Surely the only reasonable question is whether laws and attitudes are flexible enough for couples to choose how they combine ambition, money earning, parenthood and free time … OK, for most working families you can forget about free time … but at least to choose the extent to which each partner pursues a career, and whether one or other stays out of the paid workforce. If parents can answer those questions and balance those demands in whatever way they want then, by my understanding, the demands of feminism are satisfied because both partners will have equal opportunity.

But if the question becomes, ”Can feminism find a way for a woman to hold down a hugely demanding job and still be primarily responsible for her household and her kids?” then the answer will be no, and the woman, and feminism, will unfairly be deemed to have failed.

Second, without the emotional connection it became easier, I think, to read the piece as just another op-ed, which is how I read it. That’s how I could get hung-up on the “trickle down” perspective mentioned above and later by Slate magazine. Ann-Marie Slaughter’s argument appears to be that when powerful women are in power, en masse, their relationships with their family demands will necessitate that certain accommodations be made. Those accommodations will, in turn, become organizational policies that will spur policy positions that will positively affect all women i.e. powerful feminism will trickle down to the rest of us.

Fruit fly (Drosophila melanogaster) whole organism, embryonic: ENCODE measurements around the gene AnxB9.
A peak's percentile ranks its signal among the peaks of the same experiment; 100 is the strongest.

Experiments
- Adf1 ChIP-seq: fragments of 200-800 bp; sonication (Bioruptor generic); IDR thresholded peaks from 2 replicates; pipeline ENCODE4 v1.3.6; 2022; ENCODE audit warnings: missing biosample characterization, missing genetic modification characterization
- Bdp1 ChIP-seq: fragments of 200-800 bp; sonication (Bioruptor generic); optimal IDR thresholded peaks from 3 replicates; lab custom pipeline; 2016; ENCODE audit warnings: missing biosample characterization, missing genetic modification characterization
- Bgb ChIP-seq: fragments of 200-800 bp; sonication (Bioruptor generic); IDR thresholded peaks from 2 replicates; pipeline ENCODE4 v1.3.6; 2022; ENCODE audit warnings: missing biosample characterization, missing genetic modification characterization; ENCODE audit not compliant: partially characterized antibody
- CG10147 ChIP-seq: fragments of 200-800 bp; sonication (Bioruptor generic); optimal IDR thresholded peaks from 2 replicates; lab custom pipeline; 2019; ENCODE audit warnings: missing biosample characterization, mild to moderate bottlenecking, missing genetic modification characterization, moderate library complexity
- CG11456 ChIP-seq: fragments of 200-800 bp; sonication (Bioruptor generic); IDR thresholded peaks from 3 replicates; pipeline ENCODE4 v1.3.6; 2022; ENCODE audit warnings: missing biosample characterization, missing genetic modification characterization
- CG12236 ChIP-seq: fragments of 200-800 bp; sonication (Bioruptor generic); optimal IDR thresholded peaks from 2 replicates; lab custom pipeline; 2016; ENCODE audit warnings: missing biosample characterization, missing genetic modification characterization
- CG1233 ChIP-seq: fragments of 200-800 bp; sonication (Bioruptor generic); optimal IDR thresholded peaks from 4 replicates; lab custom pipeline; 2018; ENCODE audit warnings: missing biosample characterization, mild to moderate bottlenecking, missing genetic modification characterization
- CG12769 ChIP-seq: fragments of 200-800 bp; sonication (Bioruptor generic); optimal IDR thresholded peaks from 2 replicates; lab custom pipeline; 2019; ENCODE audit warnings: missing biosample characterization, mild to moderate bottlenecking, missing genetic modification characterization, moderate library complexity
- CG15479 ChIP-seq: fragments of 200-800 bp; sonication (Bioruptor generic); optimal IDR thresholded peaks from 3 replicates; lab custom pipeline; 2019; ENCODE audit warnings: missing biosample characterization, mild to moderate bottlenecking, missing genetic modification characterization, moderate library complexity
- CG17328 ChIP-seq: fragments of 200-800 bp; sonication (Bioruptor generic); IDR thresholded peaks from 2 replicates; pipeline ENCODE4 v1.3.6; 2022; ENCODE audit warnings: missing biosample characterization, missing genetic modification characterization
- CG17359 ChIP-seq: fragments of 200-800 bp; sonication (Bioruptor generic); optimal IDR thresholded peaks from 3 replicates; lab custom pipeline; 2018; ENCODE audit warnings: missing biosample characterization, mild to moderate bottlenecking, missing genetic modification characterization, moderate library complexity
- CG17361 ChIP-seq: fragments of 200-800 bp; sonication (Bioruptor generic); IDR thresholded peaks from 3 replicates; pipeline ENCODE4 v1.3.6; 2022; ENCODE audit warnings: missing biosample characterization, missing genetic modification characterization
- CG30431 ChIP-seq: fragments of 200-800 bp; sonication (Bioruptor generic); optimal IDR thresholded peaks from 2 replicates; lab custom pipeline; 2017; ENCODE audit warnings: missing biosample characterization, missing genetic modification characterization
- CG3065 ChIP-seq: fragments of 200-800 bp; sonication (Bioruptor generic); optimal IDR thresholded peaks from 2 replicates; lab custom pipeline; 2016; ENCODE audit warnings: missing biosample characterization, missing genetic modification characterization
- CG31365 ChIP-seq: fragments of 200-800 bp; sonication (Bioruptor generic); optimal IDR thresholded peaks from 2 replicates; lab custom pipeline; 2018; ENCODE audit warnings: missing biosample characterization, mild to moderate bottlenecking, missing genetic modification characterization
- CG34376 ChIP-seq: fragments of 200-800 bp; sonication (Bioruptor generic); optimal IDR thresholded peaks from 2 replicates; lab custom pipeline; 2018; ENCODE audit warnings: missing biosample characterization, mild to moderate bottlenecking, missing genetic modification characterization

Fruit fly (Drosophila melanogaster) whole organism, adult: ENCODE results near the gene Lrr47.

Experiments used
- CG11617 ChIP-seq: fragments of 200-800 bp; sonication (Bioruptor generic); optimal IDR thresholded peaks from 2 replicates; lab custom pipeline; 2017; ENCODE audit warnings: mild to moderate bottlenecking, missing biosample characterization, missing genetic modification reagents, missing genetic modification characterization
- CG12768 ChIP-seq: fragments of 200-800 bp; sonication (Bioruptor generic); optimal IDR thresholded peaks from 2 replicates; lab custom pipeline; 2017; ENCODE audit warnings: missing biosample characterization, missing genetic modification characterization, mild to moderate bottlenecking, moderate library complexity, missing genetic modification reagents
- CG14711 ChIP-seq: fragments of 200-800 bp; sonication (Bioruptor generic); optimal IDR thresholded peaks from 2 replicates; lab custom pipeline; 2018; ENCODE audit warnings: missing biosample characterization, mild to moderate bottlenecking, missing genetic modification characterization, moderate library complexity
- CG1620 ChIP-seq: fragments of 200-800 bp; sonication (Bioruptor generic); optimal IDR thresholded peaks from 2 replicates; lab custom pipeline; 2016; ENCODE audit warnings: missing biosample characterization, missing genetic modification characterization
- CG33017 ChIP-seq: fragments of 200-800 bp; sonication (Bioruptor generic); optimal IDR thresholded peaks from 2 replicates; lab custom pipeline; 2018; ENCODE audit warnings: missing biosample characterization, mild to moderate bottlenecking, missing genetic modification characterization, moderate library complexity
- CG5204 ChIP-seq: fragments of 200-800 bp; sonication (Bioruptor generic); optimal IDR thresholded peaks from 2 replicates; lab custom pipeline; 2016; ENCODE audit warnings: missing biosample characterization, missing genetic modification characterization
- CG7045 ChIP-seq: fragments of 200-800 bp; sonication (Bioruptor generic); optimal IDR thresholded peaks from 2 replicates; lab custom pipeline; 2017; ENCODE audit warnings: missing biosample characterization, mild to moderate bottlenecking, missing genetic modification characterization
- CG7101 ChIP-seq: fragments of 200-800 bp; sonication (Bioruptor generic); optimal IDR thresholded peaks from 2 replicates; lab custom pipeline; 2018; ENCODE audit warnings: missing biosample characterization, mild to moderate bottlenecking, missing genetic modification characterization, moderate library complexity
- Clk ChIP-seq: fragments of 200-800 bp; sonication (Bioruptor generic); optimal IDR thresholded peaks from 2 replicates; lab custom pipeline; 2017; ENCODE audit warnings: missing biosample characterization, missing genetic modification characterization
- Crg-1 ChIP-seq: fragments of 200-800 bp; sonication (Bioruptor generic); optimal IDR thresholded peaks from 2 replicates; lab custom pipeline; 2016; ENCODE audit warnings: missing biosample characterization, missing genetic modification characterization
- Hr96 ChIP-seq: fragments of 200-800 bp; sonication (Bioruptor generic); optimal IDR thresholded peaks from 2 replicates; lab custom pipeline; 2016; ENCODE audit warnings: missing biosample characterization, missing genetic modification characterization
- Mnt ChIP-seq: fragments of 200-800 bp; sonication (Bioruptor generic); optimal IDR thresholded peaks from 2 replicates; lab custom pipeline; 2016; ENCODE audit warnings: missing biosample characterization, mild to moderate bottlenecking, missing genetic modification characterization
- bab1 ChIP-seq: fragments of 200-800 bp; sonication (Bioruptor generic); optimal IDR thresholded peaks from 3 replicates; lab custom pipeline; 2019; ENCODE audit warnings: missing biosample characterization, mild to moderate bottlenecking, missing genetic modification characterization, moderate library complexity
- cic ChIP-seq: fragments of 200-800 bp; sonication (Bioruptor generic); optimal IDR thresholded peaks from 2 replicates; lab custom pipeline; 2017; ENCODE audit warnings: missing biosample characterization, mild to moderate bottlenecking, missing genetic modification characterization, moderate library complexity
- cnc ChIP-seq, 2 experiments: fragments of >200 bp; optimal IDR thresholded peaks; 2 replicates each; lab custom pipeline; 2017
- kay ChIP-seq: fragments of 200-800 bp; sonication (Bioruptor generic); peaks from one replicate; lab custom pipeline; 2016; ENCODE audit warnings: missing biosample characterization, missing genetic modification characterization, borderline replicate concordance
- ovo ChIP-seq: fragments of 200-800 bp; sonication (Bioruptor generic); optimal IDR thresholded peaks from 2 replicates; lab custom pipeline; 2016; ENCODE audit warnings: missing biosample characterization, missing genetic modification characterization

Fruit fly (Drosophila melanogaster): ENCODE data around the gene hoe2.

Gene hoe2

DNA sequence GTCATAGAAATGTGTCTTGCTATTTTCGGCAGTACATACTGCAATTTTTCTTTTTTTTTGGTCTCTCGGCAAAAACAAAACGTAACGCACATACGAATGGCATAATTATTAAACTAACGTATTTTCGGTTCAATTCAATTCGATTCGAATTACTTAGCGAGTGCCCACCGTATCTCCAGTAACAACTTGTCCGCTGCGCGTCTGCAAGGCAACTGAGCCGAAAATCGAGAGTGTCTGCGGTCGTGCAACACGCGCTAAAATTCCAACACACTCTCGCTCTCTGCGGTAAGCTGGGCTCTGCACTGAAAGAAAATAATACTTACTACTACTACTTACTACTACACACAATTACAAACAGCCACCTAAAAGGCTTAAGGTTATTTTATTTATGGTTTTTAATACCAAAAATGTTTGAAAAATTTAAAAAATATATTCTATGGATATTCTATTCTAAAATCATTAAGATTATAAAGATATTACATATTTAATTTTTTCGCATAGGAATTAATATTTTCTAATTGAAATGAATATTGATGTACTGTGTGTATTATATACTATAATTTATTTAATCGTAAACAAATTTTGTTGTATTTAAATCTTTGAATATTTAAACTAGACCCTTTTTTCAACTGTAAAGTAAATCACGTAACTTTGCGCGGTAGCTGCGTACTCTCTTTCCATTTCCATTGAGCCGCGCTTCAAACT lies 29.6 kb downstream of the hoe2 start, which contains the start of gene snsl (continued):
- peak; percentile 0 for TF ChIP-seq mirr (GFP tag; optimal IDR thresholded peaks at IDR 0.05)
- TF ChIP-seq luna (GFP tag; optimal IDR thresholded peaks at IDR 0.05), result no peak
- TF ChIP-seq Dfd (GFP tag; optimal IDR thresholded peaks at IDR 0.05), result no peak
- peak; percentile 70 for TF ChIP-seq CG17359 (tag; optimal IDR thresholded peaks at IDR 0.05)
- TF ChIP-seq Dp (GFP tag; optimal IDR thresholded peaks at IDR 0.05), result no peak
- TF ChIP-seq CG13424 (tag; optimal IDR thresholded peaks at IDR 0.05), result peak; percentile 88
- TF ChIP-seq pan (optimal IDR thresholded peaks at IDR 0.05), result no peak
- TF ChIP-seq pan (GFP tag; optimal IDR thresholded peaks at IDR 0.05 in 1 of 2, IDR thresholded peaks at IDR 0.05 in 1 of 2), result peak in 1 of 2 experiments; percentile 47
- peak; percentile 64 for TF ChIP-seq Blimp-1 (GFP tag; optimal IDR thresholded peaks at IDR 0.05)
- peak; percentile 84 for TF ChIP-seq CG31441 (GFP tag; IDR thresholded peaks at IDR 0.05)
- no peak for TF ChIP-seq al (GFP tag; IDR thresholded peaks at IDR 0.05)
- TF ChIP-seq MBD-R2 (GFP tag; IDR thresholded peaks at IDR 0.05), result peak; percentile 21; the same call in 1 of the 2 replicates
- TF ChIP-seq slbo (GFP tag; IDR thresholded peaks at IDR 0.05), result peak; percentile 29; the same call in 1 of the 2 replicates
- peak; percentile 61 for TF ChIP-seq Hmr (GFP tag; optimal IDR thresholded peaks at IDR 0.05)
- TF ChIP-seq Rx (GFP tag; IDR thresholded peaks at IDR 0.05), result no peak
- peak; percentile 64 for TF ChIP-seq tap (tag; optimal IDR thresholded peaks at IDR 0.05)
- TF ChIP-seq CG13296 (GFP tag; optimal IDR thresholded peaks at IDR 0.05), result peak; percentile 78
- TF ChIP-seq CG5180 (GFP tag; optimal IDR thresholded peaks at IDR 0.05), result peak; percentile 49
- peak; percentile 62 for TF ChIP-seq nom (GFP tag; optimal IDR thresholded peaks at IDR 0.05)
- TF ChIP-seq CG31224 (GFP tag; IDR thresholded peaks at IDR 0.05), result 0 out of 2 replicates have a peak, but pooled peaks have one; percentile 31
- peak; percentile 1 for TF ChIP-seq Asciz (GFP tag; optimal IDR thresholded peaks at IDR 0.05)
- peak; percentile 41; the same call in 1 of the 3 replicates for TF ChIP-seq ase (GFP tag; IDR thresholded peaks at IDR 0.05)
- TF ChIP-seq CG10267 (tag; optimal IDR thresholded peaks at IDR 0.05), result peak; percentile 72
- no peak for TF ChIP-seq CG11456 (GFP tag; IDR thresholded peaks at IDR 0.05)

Ok … look.

I’m going to take this as deliberately as I know how.

That could happen.

Rebecca Traister with “Can modern women ‘have it all’?” at Salon.

No, my proposal is this: We should immediately strike the phrase “have it all” from the feminist lexicon and never, ever use it again.

Here is what is wrong, what has always been wrong, with equating feminist success with “having it all”: It’s a misrepresentation of a revolutionary social movement. The notion that female achievement should be measured by women’s ability to “have it all” recasts a righteous struggle for greater political, economic, social, sexual and political parity as a piggy and acquisitive project.

Anne-Marie Slaughter with “The ‘having it all’ debate convinced me to stop saying ‘having it all'” at The Atlantic.

As much as reframing is needed, we cannot take our eyes off the central fact that motivated my decision to speak out. It is women who are leaving the career fast track in large numbers as they have children, which is why the pools of women for big leadership jobs are still distressingly small. So let’s start right there, by giving women the all-important flexibility they need to make their work and family work together. It is very striking that two very hostile attacks on my piece, by Linda Hirshman on this site and Katie Roiphe in the Financial Times, are both from women who are themselves academics and thus who have precisely the ability to manage their own schedules that made it possible for me to juggle work and family all the way up through a deanship and again today.